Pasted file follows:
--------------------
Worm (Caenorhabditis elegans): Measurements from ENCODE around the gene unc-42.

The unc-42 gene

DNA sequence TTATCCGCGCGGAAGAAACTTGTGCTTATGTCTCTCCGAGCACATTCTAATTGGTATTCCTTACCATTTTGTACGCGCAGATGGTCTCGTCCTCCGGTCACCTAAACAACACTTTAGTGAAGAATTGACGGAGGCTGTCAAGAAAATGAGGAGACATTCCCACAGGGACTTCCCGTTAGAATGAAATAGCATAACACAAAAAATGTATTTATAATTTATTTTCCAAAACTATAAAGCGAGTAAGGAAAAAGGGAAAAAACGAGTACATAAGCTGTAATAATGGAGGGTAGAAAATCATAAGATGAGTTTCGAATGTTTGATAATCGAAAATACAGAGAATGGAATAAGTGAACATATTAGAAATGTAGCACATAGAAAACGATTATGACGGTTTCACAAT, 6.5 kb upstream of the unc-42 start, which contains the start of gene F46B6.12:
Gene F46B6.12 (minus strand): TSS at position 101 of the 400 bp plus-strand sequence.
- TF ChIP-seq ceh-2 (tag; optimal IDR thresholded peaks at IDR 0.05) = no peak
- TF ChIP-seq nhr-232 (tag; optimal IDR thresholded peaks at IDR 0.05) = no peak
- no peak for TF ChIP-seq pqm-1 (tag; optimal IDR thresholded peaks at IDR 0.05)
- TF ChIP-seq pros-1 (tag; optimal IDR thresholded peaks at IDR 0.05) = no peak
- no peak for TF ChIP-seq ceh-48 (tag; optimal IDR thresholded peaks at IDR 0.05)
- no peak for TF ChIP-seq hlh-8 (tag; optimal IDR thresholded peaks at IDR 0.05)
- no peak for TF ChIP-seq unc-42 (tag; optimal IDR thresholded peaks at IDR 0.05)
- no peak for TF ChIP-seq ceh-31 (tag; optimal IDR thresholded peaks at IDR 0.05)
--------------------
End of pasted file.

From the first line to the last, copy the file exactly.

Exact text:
Worm (Caenorhabditis elegans): Measurements from ENCODE around the gene unc-42.

The unc-42 gene

DNA sequence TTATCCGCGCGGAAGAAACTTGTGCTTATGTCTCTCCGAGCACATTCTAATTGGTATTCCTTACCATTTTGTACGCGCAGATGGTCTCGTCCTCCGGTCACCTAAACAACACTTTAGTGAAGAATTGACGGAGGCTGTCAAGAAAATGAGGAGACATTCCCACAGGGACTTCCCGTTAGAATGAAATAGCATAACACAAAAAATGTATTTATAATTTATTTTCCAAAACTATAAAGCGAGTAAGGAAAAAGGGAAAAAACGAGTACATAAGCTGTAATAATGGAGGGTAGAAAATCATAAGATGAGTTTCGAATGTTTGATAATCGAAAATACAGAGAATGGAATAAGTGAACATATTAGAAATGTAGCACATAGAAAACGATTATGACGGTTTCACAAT, 6.5 kb upstream of the unc-42 start, which contains the start of gene F46B6.12:
Gene F46B6.12 (minus strand): TSS at position 101 of the 400 bp plus-strand sequence.
- TF ChIP-seq ceh-2 (tag; optimal IDR thresholded peaks at IDR 0.05) = no peak
- TF ChIP-seq nhr-232 (tag; optimal IDR thresholded peaks at IDR 0.05) = no peak
- no peak for TF ChIP-seq pqm-1 (tag; optimal IDR thresholded peaks at IDR 0.05)
- TF ChIP-seq pros-1 (tag; optimal IDR thresholded peaks at IDR 0.05) = no peak
- no peak for TF ChIP-seq ceh-48 (tag; optimal IDR thresholded peaks at IDR 0.05)
- no peak for TF ChIP-seq hlh-8 (tag; optimal IDR thresholded peaks at IDR 0.05)
- no peak for TF ChIP-seq unc-42 (tag; optimal IDR thresholded peaks at IDR 0.05)
- no peak for TF ChIP-seq ceh-31 (tag; optimal IDR thresholded peaks at IDR 0.05)